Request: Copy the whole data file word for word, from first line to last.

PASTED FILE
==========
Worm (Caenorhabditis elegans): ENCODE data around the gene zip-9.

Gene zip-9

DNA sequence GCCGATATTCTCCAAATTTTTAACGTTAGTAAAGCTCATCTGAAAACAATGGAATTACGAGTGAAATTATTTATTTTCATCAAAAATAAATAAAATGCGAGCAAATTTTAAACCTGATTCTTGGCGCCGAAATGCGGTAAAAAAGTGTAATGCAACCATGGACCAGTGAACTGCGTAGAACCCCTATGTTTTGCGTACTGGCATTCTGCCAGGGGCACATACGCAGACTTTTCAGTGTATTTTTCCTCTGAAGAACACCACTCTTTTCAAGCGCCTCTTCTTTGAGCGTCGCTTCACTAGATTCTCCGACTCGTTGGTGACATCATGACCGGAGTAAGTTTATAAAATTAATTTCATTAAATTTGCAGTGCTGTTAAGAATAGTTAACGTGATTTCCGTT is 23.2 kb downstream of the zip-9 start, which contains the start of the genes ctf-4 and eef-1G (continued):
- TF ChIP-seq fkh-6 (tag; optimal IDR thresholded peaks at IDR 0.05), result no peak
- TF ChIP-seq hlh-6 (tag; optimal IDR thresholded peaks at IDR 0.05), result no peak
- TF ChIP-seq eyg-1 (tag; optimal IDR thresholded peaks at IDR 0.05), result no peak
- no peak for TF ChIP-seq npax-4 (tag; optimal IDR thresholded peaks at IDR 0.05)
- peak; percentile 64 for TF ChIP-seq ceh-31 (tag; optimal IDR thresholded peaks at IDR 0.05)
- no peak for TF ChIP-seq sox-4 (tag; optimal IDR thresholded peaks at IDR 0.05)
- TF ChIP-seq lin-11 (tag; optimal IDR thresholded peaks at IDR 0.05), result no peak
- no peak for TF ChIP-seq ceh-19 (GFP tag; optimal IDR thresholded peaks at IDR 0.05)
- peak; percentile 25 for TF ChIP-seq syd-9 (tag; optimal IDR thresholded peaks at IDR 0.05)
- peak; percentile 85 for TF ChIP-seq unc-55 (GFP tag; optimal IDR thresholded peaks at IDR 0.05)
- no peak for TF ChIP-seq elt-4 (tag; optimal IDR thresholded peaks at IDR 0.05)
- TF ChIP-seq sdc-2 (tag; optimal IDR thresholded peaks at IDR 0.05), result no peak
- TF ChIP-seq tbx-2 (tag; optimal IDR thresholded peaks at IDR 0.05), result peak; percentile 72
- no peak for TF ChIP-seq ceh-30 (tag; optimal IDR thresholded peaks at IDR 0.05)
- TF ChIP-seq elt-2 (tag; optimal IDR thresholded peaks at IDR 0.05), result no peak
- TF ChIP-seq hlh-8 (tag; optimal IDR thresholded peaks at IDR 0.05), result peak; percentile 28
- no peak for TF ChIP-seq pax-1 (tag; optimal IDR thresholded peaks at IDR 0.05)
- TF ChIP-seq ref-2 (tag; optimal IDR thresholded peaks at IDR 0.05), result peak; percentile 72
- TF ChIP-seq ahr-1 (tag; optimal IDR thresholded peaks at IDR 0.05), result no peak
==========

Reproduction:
Worm (Caenorhabditis elegans): ENCODE data around the gene zip-9.

Gene zip-9

DNA sequence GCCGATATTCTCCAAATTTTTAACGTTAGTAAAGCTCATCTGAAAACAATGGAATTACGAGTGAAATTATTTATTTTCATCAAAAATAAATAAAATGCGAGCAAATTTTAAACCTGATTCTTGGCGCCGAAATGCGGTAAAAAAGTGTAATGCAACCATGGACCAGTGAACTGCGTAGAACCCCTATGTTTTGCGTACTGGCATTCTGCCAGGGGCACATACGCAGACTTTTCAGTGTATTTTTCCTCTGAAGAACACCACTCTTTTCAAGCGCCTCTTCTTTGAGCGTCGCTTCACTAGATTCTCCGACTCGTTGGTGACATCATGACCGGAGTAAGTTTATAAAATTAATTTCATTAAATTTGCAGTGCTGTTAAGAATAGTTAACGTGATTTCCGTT is 23.2 kb downstream of the zip-9 start, which contains the start of the genes ctf-4 and eef-1G (continued):
- TF ChIP-seq fkh-6 (tag; optimal IDR thresholded peaks at IDR 0.05), result no peak
- TF ChIP-seq hlh-6 (tag; optimal IDR thresholded peaks at IDR 0.05), result no peak
- TF ChIP-seq eyg-1 (tag; optimal IDR thresholded peaks at IDR 0.05), result no peak
- no peak for TF ChIP-seq npax-4 (tag; optimal IDR thresholded peaks at IDR 0.05)
- peak; percentile 64 for TF ChIP-seq ceh-31 (tag; optimal IDR thresholded peaks at IDR 0.05)
- no peak for TF ChIP-seq sox-4 (tag; optimal IDR thresholded peaks at IDR 0.05)
- TF ChIP-seq lin-11 (tag; optimal IDR thresholded peaks at IDR 0.05), result no peak
- no peak for TF ChIP-seq ceh-19 (GFP tag; optimal IDR thresholded peaks at IDR 0.05)
- peak; percentile 25 for TF ChIP-seq syd-9 (tag; optimal IDR thresholded peaks at IDR 0.05)
- peak; percentile 85 for TF ChIP-seq unc-55 (GFP tag; optimal IDR thresholded peaks at IDR 0.05)
- no peak for TF ChIP-seq elt-4 (tag; optimal IDR thresholded peaks at IDR 0.05)
- TF ChIP-seq sdc-2 (tag; optimal IDR thresholded peaks at IDR 0.05), result no peak
- TF ChIP-seq tbx-2 (tag; optimal IDR thresholded peaks at IDR 0.05), result peak; percentile 72
- no peak for TF ChIP-seq ceh-30 (tag; optimal IDR thresholded peaks at IDR 0.05)
- TF ChIP-seq elt-2 (tag; optimal IDR thresholded peaks at IDR 0.05), result no peak
- TF ChIP-seq hlh-8 (tag; optimal IDR thresholded peaks at IDR 0.05), result peak; percentile 28
- no peak for TF ChIP-seq pax-1 (tag; optimal IDR thresholded peaks at IDR 0.05)
- TF ChIP-seq ref-2 (tag; optimal IDR thresholded peaks at IDR 0.05), result peak; percentile 72
- TF ChIP-seq ahr-1 (tag; optimal IDR thresholded peaks at IDR 0.05), result no peak